Drones Are Set to Revolutionize Electric Utility InspectionsVictor Rodgers | September 24, 2015
Drones have caught our attention. From offering personal surveillance to filming breaking news and even delivering small packages, this emerging technology captures the imagination.
“Drone” is a slang term—the Federal Aviation Administration (FAA) refers to these craft as “unmanned aerial systems” or UAS. Although UASs have been in use for decades, recent technological innovations and FAA approvals have greatly enhanced their capabilities and ability to deliver commercial value.
They even are transforming how utility companies do business by enabling engineers to perform inspections more efficiently and at lower cost. A simple remote-controlled helicopter furnished with cameras, thermal imaging, self-stabilization and full illumination can fly in and out of harsh conditions and reach locations that either are inaccessible by humans or require costly scaffolding that can be time-consuming to assemble.
Along with recent FAA regulatory action and advancements in battery life, composite materials and remote material thickness testing capabilities, drones are establishing themselves as utility inspection “game changers.”
Traditional coal-fired utility boiler inspections require plant personnel to enter through small manways after boiler internals have been made safe from high temperatures, falling slag and oxygen-compromised environments. In search of tube leaks, fouling patterns and burner irregularities (among other issues), inspectors enter these confined spaces and maneuver in and around tightly arranged, hot and ash-laden tubing ,while being exposed to fall hazards that may exceed 100 feet.
After initial inspections are complete, laborers must erect scaffolding to access further reaches of the boiler. Complete boiler scaffolding efforts may consume several days and cost hundreds of thousands of dollars. In contrast, emergency response time by a drone supplier may be on the order of 12-24 hours. At a total cost of roughly $10,000-$20,000—including mobilization and demobilization—drone inspections compare favorably with the cost and time involved for erecting scaffold or hanging sky climbers.
For example, United Aerobotics, a division of United Dynamics Advanced Technologies Corp. (UDC), has helped to pioneer the use of drones for boiler inspections and holds a patent specific to confined space inspections. Their trademarked Magnabot v1.0 was designed for these interior evaluations and features live streamed footage that enables real-time inspections and reporting. Designed as a four-rotor “bird,” the craft can land and attach vertically on a boiler furnace wall and shut down its rotors to preserve battery life, even as it continues to operate its camera and lighting system within high-priority inspection areas.
In recent years, the company has visually inspected dozens of boilers to observe burners, furnace walls and steam circuit tubing. Although drones have yet to make repairs, they enable quick inspections of areas normally inaccessible during forced outages. On several occasions, problems were recognized that would not have been otherwise identified, allowing plant staff to launch immediate repairs or plan for them at a later date. Research is also underway that would permit drones to perform limited non-destructive examinations (NDE) such as tube thickness readings and surface void identification.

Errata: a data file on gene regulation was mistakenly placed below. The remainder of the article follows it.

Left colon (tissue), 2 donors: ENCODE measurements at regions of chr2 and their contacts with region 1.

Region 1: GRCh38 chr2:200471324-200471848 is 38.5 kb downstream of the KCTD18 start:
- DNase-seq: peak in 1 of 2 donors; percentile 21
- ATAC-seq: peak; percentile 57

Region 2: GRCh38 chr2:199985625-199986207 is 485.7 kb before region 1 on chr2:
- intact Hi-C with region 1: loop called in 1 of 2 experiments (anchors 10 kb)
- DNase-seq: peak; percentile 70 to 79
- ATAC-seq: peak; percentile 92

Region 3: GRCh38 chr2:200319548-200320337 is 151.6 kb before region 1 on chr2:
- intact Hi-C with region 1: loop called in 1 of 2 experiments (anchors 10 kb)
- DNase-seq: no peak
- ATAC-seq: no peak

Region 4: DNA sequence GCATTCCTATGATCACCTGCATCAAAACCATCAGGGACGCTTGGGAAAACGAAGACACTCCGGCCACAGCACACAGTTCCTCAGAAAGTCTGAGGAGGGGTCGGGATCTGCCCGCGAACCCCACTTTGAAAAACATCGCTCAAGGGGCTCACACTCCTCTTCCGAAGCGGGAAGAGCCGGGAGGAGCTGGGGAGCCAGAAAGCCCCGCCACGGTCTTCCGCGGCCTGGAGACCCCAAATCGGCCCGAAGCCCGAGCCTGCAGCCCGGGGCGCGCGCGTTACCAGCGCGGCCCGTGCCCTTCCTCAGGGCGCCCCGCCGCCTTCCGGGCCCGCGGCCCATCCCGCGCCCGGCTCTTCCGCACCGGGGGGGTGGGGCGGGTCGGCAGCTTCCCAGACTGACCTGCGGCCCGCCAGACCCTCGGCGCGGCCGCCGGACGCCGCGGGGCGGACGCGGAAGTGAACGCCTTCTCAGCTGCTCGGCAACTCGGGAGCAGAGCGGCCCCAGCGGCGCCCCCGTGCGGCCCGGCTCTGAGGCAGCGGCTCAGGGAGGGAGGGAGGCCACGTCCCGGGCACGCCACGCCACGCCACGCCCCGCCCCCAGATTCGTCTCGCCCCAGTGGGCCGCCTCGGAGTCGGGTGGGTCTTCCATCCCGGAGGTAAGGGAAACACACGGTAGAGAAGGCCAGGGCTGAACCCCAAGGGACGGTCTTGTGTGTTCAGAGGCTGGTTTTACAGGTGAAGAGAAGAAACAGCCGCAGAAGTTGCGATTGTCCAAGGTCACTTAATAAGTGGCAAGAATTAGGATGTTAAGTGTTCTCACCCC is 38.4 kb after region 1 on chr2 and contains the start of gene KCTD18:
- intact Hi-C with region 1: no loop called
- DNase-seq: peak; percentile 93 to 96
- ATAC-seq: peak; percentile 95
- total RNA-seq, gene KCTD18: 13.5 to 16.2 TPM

Proven success evaluating boilers begs the question “What else can be inspected?” Indoor use of drones, as within a building structure, is unregulated by the FAA. This means that internal piping hangers, boiler ductwork and tank internals can also be inspected. However, by law, any aircraft operating within national airspace requires a certificated and registered aircraft, a licensed pilot and operational approval. The FAA provides so-called Section 333 exemptions to commercial operators upon application and subsequent approval. To date, more than 1,400 commercial exemptions have been issued. Even so, drones that are granted Section 333 exemption cannot exceed an elevation of 400 feet beyond ground level.
United Aerobatics have recently obtained FAA Section 333 exemption and is now able to perform drone inspections outside to include power lines, conveyor structures, cooling towers, chimneys and wind turbines to name a few. For outdoor inspections, their Electrabot v1.0 is akin to the Magnabot, but on steroids. Larger and heavier than its kid brother, this six-rotor machine comes equipped with a zoom-capable high-definition camera permitting high-megapixel still shots and high-definition 1080p video capability. A gimbal holds and balances the camera irrespective of the drone’s position. The Electrabot’s design enables flight in wind gusts up to 35 mph and the craft is armed with altitude control, allowing independent GPS control to steady the machine within a locked position. The Electrabot also features 360-degree camera rotation capability. It promises great savings to the end user.
For example, take high-voltage transmission line inspections. Once a dangerous and time-consuming task that relied on specially trained workers at dangerous elevations who worked among live lines energized with thousands of volts of electricity, the Electrabot now performs similar tasks at lower cost and, most importantly, with negligible risk to human life.
Time is of the essence for electric utilities as they schedule outages to minimize the cost of replacement power. Add to this, the budgetary pressures that exist on conventional coal-fired power plants and operators have a recipe for innovative solutions. Completing the most amount of work within the shortest period of time has been the key to success. Drones provide process efficiencies at multiple levels. Compared to alternative strategies, it is increasingly easy to understand why many are excited by the innovation that is being delivered by drones.